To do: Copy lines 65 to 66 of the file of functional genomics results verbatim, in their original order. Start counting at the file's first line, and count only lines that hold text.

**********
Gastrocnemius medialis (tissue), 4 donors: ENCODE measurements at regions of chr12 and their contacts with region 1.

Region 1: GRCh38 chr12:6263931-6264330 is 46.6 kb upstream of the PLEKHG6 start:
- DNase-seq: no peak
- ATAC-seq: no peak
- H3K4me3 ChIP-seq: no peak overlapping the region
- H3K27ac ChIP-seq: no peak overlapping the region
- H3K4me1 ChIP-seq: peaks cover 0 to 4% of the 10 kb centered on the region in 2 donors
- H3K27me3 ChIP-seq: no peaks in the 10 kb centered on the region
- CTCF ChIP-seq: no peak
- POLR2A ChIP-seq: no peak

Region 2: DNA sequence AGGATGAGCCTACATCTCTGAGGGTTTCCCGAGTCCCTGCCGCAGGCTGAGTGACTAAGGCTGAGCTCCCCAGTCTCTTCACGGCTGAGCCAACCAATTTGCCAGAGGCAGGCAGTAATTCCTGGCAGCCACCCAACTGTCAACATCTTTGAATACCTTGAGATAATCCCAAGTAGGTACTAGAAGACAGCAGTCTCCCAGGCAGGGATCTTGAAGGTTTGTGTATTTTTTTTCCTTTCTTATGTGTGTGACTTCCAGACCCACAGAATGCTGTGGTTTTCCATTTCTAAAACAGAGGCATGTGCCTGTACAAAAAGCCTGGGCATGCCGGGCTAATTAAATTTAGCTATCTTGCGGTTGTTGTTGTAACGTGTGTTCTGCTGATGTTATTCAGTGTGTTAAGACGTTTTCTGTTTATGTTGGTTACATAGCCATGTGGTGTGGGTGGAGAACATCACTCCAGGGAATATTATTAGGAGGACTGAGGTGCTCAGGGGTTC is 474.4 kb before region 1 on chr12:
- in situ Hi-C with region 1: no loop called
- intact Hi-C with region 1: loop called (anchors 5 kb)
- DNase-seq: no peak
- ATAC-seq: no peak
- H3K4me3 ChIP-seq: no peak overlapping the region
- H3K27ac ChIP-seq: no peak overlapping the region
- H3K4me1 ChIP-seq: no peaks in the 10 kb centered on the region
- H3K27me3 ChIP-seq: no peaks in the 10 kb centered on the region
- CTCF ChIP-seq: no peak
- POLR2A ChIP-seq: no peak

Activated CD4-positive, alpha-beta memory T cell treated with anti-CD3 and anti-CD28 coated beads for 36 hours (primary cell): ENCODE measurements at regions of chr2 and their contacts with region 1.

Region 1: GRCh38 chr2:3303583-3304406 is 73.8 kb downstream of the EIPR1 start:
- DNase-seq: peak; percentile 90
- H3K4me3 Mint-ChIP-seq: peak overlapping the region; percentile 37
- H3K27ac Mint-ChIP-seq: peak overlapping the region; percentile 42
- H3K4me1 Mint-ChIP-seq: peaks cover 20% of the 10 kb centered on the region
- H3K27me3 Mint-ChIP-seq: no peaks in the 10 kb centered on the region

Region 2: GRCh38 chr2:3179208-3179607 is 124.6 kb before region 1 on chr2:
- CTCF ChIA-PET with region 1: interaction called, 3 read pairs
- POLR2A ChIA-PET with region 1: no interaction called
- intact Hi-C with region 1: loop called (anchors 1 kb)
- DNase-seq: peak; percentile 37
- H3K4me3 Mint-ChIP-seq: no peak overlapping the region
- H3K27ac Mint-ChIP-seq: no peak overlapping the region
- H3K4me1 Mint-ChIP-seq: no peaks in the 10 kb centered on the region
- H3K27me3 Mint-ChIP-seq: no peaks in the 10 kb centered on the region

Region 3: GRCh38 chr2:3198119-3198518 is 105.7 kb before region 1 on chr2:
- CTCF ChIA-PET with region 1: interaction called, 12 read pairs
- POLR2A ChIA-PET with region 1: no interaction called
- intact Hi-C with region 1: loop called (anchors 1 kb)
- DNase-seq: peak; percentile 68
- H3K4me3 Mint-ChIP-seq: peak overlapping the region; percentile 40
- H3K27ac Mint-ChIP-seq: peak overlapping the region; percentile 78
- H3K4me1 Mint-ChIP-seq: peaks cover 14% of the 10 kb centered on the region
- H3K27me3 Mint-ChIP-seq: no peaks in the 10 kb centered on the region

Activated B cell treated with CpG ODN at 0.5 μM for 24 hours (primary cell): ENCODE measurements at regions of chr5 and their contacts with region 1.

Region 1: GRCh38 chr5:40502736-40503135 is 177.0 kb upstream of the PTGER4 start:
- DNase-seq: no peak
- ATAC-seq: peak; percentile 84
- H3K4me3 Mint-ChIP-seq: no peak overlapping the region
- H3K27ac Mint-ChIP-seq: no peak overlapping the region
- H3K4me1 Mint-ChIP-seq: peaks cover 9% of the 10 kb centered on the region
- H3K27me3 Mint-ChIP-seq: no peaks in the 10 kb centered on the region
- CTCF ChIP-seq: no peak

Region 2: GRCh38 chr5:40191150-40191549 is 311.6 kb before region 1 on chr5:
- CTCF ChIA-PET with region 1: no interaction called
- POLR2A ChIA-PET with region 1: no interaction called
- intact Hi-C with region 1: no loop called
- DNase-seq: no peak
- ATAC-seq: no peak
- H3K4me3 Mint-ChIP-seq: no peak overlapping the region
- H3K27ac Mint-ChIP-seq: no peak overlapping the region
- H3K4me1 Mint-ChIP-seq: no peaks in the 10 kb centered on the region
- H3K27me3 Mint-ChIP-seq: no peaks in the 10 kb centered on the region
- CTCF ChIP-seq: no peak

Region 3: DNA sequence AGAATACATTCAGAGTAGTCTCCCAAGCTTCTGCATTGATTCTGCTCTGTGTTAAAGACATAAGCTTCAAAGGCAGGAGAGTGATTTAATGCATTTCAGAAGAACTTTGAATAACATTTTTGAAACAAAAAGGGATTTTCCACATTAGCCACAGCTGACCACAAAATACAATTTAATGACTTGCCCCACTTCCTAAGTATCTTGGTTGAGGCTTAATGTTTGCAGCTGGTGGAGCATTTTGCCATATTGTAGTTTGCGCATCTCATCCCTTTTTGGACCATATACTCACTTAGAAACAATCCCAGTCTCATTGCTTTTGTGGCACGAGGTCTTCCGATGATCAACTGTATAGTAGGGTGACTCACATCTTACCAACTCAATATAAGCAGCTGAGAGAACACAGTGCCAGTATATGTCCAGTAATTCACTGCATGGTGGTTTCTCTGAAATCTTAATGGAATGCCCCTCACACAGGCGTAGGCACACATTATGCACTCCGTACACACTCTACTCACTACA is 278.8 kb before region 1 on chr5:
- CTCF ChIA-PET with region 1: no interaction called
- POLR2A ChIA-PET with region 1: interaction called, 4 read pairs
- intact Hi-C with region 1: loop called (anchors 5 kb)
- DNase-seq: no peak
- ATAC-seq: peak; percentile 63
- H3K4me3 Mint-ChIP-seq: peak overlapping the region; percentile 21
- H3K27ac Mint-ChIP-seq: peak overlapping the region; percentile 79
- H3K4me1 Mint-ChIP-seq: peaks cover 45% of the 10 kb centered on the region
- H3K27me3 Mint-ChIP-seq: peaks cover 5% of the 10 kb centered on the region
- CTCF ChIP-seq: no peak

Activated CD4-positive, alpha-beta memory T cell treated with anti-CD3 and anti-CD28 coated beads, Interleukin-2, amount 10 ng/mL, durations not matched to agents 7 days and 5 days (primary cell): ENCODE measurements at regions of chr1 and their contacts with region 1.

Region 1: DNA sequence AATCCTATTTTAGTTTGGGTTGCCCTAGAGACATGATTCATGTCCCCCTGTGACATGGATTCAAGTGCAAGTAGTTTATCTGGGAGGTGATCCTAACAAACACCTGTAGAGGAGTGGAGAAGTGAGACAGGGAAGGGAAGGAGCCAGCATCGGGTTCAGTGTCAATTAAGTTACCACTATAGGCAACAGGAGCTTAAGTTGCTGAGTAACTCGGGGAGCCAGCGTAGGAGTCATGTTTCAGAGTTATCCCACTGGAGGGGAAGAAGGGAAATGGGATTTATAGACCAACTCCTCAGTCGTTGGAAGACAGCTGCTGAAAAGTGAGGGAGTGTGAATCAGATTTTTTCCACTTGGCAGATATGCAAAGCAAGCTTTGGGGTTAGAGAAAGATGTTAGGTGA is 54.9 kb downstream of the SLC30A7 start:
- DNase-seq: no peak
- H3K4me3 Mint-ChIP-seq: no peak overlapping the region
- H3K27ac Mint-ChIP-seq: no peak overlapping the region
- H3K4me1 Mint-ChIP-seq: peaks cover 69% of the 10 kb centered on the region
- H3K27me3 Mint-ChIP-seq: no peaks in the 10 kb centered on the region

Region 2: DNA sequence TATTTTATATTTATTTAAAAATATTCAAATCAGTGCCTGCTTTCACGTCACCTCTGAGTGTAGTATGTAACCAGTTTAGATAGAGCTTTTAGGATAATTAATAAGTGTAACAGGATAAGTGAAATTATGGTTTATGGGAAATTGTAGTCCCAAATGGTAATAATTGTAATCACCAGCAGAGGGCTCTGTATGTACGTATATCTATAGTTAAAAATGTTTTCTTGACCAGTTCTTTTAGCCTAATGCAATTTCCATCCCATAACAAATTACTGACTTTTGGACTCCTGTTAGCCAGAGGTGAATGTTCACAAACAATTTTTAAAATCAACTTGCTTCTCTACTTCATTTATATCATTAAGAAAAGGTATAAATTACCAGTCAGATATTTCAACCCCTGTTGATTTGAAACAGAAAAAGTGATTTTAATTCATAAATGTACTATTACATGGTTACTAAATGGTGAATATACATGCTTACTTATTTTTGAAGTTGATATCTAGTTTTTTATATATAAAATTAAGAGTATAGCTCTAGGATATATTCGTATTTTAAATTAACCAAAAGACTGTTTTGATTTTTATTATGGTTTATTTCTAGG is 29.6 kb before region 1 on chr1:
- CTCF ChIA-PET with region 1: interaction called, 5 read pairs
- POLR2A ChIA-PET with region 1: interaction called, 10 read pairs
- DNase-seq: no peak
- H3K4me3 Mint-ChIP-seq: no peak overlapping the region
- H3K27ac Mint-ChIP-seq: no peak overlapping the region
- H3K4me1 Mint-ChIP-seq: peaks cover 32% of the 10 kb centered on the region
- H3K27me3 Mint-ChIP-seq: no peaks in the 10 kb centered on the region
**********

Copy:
- H3K27me3 Mint-ChIP-seq: no peaks in the 10 kb centered on the region
- CTCF ChIP-seq: no peak